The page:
Chinese Co questions AAI's decision to exclude it on security ground
New Delhi, Apr 30 (UNI) Chinese company Shenzhen CIMC-Tianda Airport Support (SCTAS) has challenged the alleged decision of the Centre and the AAI before the Delhi High Court to exclude it from the tender bids for the supply of aero-bridges on the ground of security threat to the country.
After the preliminary arguments the High Court issued notices to the Centre through the Ministry of Civil Aviation and Aiport Authority of India (AAI) to file their replies to the allegations.
Senior Counsel Sandeep Sethi appearing for the SCTAS argued that the AAI was playing a foul game to knock it out from the Rs 79 crore global tender bid for the supply of 42 passenger boarding bridges (PBB) alleging that the Chinese infrastructure company would be a security threat to the country in the high security zones--Airports.
The company has already supplied PBBs for various international airports in Hyderabad, Cochin and Bangalore, Mr Sethi submitted.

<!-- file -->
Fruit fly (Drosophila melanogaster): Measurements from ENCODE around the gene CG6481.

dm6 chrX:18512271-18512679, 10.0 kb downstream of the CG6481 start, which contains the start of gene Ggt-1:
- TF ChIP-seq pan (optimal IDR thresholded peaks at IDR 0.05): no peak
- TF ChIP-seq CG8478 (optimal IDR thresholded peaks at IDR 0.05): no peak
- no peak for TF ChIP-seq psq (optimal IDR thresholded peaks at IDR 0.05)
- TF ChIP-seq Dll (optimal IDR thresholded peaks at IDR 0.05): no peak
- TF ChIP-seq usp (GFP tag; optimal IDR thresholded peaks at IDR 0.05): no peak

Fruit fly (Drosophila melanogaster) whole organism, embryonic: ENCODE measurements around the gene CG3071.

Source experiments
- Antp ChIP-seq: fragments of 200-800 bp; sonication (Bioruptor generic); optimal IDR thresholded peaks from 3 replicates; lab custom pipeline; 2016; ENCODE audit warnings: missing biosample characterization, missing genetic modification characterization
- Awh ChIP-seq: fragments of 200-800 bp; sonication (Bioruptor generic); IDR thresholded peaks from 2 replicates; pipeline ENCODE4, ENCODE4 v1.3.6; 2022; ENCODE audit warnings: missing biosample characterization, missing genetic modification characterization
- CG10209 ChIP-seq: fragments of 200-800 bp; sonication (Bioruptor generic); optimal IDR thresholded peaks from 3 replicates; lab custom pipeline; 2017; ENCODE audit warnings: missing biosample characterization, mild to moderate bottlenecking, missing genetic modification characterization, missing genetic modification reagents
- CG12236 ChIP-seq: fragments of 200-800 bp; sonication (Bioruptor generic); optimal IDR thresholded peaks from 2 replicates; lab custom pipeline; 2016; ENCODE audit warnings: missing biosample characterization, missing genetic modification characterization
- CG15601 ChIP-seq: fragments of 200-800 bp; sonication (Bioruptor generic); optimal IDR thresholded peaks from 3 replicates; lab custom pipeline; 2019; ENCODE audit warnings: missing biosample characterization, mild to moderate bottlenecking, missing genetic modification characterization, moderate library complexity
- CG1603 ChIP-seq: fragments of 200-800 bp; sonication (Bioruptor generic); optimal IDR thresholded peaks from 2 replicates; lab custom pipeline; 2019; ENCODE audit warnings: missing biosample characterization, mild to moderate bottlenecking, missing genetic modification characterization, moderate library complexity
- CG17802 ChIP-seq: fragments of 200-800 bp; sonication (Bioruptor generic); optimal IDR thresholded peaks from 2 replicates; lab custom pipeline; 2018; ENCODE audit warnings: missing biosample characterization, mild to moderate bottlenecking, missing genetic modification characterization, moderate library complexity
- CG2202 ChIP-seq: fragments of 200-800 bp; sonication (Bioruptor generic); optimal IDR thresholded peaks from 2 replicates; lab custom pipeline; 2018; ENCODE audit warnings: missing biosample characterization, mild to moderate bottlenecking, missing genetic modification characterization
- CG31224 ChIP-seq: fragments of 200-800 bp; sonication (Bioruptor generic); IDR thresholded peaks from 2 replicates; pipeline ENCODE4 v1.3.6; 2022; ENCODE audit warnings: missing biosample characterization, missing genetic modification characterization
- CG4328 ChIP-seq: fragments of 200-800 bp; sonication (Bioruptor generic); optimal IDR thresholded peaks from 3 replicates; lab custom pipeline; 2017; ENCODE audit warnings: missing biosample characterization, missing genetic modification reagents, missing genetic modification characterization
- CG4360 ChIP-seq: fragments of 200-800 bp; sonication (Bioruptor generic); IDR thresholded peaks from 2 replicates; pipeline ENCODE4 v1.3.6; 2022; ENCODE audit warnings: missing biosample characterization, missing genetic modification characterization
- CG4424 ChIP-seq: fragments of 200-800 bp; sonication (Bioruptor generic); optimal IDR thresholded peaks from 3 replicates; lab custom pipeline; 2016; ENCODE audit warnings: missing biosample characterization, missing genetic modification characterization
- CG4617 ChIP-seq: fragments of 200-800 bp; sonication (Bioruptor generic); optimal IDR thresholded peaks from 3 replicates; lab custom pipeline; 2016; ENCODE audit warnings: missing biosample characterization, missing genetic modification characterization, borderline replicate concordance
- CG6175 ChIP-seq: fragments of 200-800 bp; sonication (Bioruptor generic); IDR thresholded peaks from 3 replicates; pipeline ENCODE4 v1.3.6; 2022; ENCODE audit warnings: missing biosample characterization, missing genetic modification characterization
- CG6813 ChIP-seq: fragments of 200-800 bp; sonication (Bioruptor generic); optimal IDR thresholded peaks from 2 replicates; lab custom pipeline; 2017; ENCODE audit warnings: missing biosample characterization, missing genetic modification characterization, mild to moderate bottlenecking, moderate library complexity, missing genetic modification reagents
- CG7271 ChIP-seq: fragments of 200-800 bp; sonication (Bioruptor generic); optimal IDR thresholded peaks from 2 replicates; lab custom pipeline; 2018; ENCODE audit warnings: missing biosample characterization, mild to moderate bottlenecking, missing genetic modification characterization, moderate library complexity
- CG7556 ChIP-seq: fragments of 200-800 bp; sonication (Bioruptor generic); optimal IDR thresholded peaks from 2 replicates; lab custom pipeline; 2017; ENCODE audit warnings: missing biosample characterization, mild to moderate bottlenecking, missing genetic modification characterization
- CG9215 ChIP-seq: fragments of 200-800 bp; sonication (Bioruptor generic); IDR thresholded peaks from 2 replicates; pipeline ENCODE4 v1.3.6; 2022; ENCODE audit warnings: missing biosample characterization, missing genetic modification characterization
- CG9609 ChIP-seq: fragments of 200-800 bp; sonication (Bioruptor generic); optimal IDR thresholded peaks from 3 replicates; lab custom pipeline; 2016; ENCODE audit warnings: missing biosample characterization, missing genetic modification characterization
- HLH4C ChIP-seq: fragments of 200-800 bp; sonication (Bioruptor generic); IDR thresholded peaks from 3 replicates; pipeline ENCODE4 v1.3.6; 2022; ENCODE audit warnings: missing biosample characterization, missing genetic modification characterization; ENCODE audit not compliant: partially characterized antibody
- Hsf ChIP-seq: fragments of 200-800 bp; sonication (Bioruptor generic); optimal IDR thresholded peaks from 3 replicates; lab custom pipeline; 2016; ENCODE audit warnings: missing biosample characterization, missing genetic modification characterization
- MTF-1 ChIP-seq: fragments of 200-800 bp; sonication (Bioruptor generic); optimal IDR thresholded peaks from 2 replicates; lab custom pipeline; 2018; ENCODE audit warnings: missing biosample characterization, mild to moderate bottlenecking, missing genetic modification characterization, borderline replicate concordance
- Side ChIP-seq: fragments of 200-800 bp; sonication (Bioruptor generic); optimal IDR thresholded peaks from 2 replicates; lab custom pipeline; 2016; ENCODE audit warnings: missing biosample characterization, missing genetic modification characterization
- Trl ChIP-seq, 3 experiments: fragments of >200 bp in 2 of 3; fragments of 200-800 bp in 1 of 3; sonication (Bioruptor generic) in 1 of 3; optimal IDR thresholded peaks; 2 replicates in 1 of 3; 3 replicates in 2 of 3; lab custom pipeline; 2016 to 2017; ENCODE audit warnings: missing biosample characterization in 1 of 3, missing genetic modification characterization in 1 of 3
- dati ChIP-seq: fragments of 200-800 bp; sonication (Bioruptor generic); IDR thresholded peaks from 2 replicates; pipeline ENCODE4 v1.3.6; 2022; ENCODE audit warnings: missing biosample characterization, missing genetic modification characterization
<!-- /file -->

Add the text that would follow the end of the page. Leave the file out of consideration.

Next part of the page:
While there has been no formal communication with regard to its disqualification, the SCTAS has based its petition on ''genuine apprehension and pursuant to internal talks and the biased attitude" of AAI towards the Spanish bidder,'' the petition said.
This was not only contrary to the tender conditions, but also against the policy which did not bar foreign investments in India especially from China, said Mr Sethi during the arguments.
Questioning the transparency in the tendering proceds, the company, which produces 200 PBB units per year, said the government's action of hand picking the bidder of its choice would drive away all the foreign players in the infrastructure arena.
Besides, the AAI was also in the process of increasing the budget to Rs 114 crore against Rs 79 crore announced at the time of announcement of eligibility criteria to match the expected price quoted by the Spanish company, Mr Sethi alleged.
The AAI had invited global tenders for the supply of 42 units of PBB with electro-mechanical and hydraulic drive in April 2005.
However, after four months of technical analysis only two bidders - SCTAS and Thyssen Krupp of Spain - were found technically qualified.
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